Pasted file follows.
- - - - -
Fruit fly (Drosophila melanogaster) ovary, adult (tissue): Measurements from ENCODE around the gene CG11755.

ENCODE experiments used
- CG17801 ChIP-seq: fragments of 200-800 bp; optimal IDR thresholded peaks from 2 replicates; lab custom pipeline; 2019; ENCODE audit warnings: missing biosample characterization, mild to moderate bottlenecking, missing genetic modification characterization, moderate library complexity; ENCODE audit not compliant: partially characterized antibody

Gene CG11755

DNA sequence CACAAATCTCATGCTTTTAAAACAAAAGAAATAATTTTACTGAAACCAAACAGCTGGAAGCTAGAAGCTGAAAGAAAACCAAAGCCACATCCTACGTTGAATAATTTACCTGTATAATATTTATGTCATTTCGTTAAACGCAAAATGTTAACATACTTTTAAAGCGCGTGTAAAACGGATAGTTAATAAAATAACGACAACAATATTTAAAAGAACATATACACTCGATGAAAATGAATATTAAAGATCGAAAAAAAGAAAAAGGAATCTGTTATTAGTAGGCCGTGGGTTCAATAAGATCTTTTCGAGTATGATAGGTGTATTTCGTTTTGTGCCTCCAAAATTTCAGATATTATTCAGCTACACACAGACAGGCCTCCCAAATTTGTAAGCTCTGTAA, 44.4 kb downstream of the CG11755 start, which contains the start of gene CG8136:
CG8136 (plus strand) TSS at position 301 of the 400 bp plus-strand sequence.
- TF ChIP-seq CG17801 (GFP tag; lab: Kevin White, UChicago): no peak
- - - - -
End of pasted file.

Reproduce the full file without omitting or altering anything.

Fruit fly (Drosophila melanogaster) ovary, adult (tissue): Measurements from ENCODE around the gene CG11755.

ENCODE experiments used
- CG17801 ChIP-seq: fragments of 200-800 bp; optimal IDR thresholded peaks from 2 replicates; lab custom pipeline; 2019; ENCODE audit warnings: missing biosample characterization, mild to moderate bottlenecking, missing genetic modification characterization, moderate library complexity; ENCODE audit not compliant: partially characterized antibody

Gene CG11755

DNA sequence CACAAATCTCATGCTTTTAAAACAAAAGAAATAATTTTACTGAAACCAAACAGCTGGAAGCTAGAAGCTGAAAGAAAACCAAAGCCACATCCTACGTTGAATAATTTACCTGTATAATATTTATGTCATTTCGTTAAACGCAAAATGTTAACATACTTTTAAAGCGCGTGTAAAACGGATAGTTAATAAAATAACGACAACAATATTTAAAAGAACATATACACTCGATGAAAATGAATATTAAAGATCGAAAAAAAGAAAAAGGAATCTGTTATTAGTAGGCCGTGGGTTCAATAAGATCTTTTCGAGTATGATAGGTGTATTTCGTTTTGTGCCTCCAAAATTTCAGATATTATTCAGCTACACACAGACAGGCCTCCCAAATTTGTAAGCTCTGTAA, 44.4 kb downstream of the CG11755 start, which contains the start of gene CG8136:
CG8136 (plus strand) TSS at position 301 of the 400 bp plus-strand sequence.
- TF ChIP-seq CG17801 (GFP tag; lab: Kevin White, UChicago): no peak